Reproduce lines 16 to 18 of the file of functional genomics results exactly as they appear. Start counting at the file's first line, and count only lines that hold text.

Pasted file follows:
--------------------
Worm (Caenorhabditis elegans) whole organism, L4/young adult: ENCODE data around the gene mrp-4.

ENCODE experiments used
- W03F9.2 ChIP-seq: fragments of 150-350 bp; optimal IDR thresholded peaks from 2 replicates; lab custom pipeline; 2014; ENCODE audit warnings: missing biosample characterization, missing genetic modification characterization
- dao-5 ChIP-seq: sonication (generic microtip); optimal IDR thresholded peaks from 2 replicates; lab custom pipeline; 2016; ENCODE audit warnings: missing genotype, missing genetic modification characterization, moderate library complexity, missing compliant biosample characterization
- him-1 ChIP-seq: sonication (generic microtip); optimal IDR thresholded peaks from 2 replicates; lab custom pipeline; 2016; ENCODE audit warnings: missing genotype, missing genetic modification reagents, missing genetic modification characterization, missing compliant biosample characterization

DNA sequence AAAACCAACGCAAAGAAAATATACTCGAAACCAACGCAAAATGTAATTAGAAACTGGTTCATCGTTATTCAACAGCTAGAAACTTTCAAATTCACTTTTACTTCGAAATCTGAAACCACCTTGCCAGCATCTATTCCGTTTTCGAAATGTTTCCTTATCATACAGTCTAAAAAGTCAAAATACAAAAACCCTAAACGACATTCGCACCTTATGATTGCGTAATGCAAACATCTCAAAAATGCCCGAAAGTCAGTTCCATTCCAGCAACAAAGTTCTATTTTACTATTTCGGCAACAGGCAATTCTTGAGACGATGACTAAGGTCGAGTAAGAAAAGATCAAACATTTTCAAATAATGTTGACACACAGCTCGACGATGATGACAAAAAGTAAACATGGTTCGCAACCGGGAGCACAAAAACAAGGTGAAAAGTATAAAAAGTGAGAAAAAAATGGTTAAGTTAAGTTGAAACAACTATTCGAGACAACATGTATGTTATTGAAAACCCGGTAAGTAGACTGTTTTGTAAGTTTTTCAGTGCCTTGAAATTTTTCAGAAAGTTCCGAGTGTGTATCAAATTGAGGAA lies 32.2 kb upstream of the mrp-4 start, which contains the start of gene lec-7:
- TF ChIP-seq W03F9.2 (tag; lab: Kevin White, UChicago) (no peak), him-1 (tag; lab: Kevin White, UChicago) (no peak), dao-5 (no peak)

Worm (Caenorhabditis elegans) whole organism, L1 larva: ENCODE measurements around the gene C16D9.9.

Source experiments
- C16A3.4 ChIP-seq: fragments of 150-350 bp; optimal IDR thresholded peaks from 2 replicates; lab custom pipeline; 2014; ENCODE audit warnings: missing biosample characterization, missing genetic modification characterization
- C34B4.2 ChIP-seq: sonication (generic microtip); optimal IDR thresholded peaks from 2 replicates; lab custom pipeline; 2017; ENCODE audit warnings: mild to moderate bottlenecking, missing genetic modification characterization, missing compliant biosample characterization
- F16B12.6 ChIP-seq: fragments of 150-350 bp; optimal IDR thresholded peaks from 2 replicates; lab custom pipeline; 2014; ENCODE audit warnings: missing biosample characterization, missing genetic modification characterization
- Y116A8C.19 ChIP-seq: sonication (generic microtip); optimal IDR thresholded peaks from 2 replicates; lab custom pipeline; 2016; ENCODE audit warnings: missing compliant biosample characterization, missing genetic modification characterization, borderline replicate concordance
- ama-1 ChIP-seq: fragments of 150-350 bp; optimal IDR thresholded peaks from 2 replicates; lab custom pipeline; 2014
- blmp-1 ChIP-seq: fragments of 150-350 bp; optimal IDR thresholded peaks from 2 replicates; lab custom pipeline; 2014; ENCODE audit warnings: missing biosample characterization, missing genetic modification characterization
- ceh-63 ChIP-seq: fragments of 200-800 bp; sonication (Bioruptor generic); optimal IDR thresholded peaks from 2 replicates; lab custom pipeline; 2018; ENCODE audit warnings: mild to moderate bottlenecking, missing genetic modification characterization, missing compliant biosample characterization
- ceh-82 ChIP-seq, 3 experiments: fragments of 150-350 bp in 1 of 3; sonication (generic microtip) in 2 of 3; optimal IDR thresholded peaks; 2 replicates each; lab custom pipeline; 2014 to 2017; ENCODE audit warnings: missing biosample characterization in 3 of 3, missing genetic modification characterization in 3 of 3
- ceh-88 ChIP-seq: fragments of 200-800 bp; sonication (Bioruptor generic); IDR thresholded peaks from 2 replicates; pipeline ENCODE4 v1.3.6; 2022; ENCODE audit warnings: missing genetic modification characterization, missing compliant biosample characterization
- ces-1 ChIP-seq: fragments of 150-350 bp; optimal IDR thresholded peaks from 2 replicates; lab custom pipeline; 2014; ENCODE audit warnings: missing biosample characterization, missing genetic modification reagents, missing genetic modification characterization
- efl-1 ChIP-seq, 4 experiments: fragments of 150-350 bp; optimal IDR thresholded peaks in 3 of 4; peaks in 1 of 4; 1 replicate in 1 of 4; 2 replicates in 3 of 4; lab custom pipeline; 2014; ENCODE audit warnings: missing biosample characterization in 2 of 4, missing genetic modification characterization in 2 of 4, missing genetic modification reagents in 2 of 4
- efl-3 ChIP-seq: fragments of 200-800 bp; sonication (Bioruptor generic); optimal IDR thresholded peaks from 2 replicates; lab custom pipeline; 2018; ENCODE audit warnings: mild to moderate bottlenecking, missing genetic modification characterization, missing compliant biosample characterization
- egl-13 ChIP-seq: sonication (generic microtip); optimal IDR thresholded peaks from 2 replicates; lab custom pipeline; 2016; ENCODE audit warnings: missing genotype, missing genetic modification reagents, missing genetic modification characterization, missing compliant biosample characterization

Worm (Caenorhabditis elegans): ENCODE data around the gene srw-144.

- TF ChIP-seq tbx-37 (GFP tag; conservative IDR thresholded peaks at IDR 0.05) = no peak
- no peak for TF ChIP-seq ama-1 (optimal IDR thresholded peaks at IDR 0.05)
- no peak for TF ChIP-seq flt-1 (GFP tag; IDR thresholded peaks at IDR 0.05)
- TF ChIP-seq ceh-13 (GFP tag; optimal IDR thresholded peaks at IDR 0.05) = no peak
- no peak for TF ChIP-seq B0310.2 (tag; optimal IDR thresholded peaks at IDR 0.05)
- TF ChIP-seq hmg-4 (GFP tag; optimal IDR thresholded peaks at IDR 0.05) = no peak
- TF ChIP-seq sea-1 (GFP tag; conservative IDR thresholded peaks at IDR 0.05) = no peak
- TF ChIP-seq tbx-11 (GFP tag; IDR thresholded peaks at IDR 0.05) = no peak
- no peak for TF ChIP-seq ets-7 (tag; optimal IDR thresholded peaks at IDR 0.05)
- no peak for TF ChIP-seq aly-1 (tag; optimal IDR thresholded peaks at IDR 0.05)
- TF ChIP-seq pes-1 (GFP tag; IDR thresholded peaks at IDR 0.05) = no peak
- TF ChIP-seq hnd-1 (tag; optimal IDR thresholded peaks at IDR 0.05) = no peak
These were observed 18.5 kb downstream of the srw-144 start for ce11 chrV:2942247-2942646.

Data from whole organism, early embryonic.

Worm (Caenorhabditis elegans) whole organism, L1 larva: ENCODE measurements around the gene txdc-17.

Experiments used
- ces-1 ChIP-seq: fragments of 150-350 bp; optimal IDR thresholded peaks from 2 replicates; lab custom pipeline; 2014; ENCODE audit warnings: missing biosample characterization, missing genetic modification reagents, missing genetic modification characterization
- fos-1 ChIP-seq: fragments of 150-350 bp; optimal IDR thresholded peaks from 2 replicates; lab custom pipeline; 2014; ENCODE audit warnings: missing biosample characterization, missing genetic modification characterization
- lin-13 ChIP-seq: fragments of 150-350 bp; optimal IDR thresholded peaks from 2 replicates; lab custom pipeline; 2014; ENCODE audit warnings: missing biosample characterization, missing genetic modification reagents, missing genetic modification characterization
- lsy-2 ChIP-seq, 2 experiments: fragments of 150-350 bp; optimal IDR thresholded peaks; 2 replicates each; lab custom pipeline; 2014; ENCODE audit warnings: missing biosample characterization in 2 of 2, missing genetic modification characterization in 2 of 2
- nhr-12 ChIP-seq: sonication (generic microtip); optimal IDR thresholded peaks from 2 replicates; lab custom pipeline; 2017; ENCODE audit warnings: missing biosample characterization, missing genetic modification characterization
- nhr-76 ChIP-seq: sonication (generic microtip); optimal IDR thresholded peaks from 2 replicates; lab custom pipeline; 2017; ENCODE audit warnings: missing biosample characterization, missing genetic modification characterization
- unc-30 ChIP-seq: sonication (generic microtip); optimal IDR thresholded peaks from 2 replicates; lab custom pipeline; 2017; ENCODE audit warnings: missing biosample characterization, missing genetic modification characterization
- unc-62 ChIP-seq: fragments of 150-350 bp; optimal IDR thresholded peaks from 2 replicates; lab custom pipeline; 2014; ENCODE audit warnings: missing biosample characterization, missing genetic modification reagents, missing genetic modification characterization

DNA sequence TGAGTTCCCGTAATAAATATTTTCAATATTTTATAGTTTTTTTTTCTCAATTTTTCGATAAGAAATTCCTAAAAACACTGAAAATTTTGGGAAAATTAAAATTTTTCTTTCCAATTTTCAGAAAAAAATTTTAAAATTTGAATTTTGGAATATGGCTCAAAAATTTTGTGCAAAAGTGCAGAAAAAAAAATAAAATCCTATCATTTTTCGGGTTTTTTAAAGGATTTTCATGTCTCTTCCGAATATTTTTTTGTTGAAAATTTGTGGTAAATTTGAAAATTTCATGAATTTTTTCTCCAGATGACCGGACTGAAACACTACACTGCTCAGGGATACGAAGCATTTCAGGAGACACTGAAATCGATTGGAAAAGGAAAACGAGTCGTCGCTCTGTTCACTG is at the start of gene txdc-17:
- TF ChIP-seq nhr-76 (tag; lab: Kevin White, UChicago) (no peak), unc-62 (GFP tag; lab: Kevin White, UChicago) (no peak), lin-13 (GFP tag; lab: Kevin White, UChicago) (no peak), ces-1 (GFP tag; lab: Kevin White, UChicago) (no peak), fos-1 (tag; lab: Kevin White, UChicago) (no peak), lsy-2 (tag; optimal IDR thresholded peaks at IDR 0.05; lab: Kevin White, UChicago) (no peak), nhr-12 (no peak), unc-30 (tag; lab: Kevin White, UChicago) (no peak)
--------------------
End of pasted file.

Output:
- ceh-63 ChIP-seq: fragments of 200-800 bp; sonication (Bioruptor generic); optimal IDR thresholded peaks from 2 replicates; lab custom pipeline; 2018; ENCODE audit warnings: mild to moderate bottlenecking, missing genetic modification characterization, missing compliant biosample characterization
- ceh-82 ChIP-seq, 3 experiments: fragments of 150-350 bp in 1 of 3; sonication (generic microtip) in 2 of 3; optimal IDR thresholded peaks; 2 replicates each; lab custom pipeline; 2014 to 2017; ENCODE audit warnings: missing biosample characterization in 3 of 3, missing genetic modification characterization in 3 of 3
- ceh-88 ChIP-seq: fragments of 200-800 bp; sonication (Bioruptor generic); IDR thresholded peaks from 2 replicates; pipeline ENCODE4 v1.3.6; 2022; ENCODE audit warnings: missing genetic modification characterization, missing compliant biosample characterization